The Movie Waffler New Release Review - THE KEEPING ROOM | The Movie Waffler


New Release Review - THE KEEPING ROOM

In the dying days of the US civil war, three women defend their home from male aggressors.

Review by Eric Hillis (@hilliseric)

Directed by: Daniel Barber

Starring: Brit Marling, Hailee Steinfeld, Sam Worthington, Muna Otaru, Ned Dennehy, Amy Nuttall

There are no extended shootouts - this isn't an action movie by any means - but every time a bullet is fired the consequence is made explicit; this is a film more concerned with the gruesome aftermath of violence than the cinematic thrills of the act itself.

No wars are fun, but few tend to be such uncivil affairs as civil wars. The old cliché describes it as a brother versus brother conflict, but in most civil wars, from Rwanda to Yugoslavia to Syria, it's often women who bear the brunt. With entire communities shod of their male populations, opportunists commit mass rape in the safe knowledge that men are too busy dying on a battlefield to come to the aid of their wives, mothers, daughters, sisters. The US civil war was no different. Far from the noble image portrayed in John Ford's cavalry films, renegade members of the Union Army regularly engaged in a campaign of rape and murder against Southern women in the dying days of the conflict, committing atrocities from town to town, farm to farm.

It's against this backdrop that The Keeping Room unfolds. A taut opening sequence, ending in an explosion of violence, introduces us to pair of Union soldiers (Sam Worthington and Kyle Soller) who have broken away from their army and are intent on leaving a trail of corpses in their wake.

Meanwhile, three women - white sisters Augusta (Brit Marling) and Louise (modern western stalwart Hailee Steinfeld) and black maid/slave Mad (Muna Otaru) - live in isolation on their farm, the menfolk having long ago deserted them for the combat zone. They're struggling to subsist on the vegetables the land provides, but they're managing just okay, and while she's by no means the equal of the other women, Mad is in a far better situation than when the farm's men were present. As Augusta remarks in the bluntness of her time, "We're all n*ggers now!"

When Louise is bitten by a rattlesnake, Augusta sets off on horseback in search of medicine, leading her to a saloon where she escapes a potentially fatal encounter with the aforementioned renegade Union duo. This doesn't deter the pair, who set off on their way to her farm, determined to have their way with Augusta and any other women they find along the way.

2016 has been a pretty great year for westerns, offering up the likes of Bone Tomahawk, The Hateful Eight and contemporary B-western Go With Me. The big letdown was Jane Got a Gun, but The Keeping Room more than fills in the feminist western gap that movie failed to seal. Director Daniel Barber's film gives us gals with guns, but never in the exploitative manner of something like 1994's Drew Barrymore vehicle Bad Girls.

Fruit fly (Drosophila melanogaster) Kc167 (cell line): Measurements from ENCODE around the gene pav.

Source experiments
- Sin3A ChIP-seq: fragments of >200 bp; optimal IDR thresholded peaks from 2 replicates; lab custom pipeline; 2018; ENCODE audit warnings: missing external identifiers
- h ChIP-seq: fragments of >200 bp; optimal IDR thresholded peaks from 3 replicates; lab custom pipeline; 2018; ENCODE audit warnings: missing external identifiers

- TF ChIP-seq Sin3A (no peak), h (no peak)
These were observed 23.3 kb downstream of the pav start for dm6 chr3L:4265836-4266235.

The women here wield firearms, but they're by no means comfortable handling them. This is one western the NRA won't be promoting, as guns cause as much suffering in the hands of the protagonists as the villains. The presumed safety of a pistol falls apart when Mad finds it refusing to fire when confronted by one of the soldiers, a scenario that ends in disturbing fashion. Elsewhere, Augusta's lack of combat experience backfires in fatal fashion upon the pull of a trigger.

From the opening scene, Barber and screenwriter Julia Hart set us on edge with the viciousness of Worthington and Soller's war criminals, reinforcing this throughout the film and creating a tangible fear for the fate of the three central women. There are no extended shootouts - this isn't an action movie by any means - but every time a bullet is fired the consequence is made explicit; this is a film more concerned with the gruesome aftermath of violence than the cinematic thrills of the act itself.

Worthington is one of the most maligned actors working today, probably second only to his fellow countryman Jai Courtney when it comes to online derision, but his casting against type as an irredeemable scumbag here really pays off. He's genuinely intimidating, more animal than human, his character quoting the inspirational but irresponsible speeches of Union Generals as justification for unforgivable actions.

The real find is British actress Muna Otaru. In her first substantial role she's an instant star, pulling off a Southern accent in far more convincing fashion than many Americans have managed over the years. Her Mad is a character that really needed to be handled with kid gloves, but Otaru pulls it off with dignity, and her delivery of a monologue concerning her treatment at the hands of men - an anecdote told to provide strength and comfort to the other two women while reminding them of their privilege - is both chilling and heartbreaking to watch. A glance at IMDB tells me Otaru hasn't worked since shooting The Keeping Room in 2014, which may tell you something about the legacy of the US civil war.

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